Patients undergoing liver surgery have long been considered to be at low risk of venous thromboembolism. However, pulmonary embolism has recently emerged as an increasingly frequent and potentially fatal complication following liver resections.
A research article published on January 21, 2011 in the World Journal of Gastroenterology addresses this question. The authors shed a new light on this discrepancy by reporting two patients who developed thrombi in their hepatic veins following hepatectomy.
The report indicated that thrombosis may occur in hepatic veins after liver resection as a result of intra- or postoperative local injury. This would explain why pulmonary emboli have been observed in the absence of peripheral deep vein thrombosis. This hazard should be taken into account when performing extensive coagulation of the raw surface of the liver when a major hepatic vein is exposed.
Reference: Buc E, Dokmak S, Zappa M, Denninger MH, Valla DC, Belghiti J, Farges O. Hepatic veins as a site of clot formation following liver resection. World J Gastroenterol 2011; 17(3): 403-406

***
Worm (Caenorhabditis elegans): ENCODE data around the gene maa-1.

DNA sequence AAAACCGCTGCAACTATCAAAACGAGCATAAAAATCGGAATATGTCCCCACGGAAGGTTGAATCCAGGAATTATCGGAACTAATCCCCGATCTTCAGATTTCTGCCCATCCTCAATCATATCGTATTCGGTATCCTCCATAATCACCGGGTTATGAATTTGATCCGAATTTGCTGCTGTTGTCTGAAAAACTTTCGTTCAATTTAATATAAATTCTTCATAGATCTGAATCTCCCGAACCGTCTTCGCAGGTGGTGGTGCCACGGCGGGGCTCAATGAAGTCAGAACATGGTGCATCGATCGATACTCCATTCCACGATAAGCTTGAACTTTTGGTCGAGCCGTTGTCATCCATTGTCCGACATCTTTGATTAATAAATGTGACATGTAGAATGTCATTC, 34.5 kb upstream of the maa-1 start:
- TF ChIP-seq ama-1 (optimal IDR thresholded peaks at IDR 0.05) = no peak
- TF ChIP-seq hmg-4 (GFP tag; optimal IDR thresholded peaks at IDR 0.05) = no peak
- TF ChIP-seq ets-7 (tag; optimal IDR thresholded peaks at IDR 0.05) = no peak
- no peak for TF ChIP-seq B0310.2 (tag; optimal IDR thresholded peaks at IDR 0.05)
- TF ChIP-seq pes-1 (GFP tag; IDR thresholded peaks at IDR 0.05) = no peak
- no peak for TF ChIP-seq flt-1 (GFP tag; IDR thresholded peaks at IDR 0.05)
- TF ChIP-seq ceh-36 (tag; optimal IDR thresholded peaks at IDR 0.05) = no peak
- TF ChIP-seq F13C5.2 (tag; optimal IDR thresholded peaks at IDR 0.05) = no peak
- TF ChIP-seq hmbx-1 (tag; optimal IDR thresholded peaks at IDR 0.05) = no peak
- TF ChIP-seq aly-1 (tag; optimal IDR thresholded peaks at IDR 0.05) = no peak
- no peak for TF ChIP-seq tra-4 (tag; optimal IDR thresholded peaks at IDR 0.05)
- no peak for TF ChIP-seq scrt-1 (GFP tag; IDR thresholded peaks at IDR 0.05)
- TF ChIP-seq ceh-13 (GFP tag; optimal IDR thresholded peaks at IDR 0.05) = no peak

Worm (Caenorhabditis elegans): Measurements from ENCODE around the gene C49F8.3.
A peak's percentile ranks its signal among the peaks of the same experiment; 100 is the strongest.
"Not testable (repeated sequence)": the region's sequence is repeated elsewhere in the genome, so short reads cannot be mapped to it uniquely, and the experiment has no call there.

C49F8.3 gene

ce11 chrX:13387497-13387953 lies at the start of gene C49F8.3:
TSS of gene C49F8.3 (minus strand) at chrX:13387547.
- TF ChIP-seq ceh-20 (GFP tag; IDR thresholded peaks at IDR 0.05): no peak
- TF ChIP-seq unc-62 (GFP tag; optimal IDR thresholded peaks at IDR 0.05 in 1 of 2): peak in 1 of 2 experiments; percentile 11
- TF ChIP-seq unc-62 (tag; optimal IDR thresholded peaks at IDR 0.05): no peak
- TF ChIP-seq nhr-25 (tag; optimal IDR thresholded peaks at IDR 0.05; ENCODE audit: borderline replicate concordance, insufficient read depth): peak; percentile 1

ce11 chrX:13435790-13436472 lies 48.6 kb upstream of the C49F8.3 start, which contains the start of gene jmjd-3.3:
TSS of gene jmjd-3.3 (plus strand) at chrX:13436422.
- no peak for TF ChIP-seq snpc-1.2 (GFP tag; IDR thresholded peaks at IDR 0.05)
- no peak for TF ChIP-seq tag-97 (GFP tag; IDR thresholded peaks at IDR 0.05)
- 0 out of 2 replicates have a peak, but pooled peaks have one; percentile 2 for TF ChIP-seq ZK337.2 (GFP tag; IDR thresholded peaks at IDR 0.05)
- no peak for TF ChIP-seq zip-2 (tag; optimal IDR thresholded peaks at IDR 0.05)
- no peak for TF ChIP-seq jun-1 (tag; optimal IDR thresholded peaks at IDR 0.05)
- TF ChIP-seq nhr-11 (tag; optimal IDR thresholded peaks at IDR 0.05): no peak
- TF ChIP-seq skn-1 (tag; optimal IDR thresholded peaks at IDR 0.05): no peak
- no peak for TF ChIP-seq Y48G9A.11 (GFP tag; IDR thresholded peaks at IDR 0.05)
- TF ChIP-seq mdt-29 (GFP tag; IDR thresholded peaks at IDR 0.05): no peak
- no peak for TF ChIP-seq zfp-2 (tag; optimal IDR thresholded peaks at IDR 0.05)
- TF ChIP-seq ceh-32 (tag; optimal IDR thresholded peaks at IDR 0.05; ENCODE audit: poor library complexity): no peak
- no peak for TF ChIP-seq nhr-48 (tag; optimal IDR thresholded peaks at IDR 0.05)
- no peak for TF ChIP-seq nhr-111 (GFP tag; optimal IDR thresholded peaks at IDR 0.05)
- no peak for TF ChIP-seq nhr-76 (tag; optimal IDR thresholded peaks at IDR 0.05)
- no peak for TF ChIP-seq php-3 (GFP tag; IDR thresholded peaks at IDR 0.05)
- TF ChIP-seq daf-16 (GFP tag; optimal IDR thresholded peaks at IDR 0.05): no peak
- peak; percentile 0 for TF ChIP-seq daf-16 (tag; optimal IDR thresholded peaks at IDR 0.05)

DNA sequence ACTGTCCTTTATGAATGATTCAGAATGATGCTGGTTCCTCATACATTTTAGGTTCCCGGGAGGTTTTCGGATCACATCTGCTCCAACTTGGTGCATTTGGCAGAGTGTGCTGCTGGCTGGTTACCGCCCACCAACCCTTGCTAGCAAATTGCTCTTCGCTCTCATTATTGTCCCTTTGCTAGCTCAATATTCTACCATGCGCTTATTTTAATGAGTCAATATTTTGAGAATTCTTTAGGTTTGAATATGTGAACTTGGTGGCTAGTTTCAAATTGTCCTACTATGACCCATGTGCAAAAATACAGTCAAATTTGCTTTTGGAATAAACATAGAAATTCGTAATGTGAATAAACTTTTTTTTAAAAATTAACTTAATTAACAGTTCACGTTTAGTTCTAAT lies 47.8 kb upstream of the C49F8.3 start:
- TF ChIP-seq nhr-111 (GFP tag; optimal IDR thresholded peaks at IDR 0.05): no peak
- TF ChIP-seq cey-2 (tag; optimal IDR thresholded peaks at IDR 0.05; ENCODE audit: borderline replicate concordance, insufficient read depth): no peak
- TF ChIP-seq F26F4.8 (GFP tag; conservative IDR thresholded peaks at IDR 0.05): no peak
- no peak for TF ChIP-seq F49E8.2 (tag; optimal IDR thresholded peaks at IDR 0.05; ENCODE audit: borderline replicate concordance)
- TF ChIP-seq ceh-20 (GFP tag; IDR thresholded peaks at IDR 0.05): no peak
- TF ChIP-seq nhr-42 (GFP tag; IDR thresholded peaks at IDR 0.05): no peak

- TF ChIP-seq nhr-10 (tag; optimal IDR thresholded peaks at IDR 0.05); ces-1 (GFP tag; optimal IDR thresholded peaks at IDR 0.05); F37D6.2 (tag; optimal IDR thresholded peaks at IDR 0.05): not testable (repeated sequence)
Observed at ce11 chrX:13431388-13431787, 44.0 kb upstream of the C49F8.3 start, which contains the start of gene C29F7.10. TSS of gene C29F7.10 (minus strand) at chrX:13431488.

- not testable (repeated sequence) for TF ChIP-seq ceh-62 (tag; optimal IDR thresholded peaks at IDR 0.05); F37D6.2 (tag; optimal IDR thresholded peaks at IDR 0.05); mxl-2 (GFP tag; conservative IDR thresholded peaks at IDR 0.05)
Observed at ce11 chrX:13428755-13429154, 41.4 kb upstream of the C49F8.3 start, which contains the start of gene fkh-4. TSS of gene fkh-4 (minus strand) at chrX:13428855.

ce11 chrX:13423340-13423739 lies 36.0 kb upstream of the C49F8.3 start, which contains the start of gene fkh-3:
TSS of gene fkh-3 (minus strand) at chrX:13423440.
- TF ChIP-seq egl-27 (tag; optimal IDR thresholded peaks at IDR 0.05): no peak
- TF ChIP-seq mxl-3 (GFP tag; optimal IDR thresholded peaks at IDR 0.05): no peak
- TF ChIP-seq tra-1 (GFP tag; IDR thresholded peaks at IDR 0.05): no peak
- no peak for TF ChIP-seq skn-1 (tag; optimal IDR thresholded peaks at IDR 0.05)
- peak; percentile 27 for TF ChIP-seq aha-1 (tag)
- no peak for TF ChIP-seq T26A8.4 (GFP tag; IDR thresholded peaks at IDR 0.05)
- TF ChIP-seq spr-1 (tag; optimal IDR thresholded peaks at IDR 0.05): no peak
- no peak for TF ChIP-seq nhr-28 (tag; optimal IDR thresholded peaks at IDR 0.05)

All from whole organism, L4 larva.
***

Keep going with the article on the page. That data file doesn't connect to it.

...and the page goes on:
Correspondence to: Olivier Farges, MD, PhD, Professor, Department of Hepato-Biliary Surgery, Hôpital Beaujon, Assistance-Publique Hôpitaux de Paris, University Paris 7, 100 boulevard du General Leclerc, 92118 Clichy, France. firstname.lastname@example.org
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About World Journal of Gastroenterology
World Journal of Gastroenterology (WJG), a leading international journal in gastroenterology and hepatology, has established a reputation for publishing first class research on esophageal cancer, gastric cancer, liver cancer, viral hepatitis, colorectal cancer, and H. pylori infection and provides a forum for both clinicians and scientists. WJG has been indexed and abstracted in Current Contents/Clinical Medicine, Science Citation Index Expanded (also known as SciSearch) and Journal Citation Reports/Science Edition, Index Medicus, MEDLINE and PubMed, Chemical Abstracts, EMBASE/Excerpta Medica, Abstracts Journals, Nature Clinical Practice Gastroenterology and Hepatology, CAB Abstracts and Global Health. ISI JCR 2009 IF: 2.092. WJG is a weekly journal published by WJG Press. The publication dates are the 7th, 14th, 21st, and 28th day of every month. WJG is supported by The National Natural Science Foundation of China, No. 30224801 and No. 30424812, and was founded with the name of China National Journal of New Gastroenterology on October 1, 1995, and renamed WJG on January 25, 1998.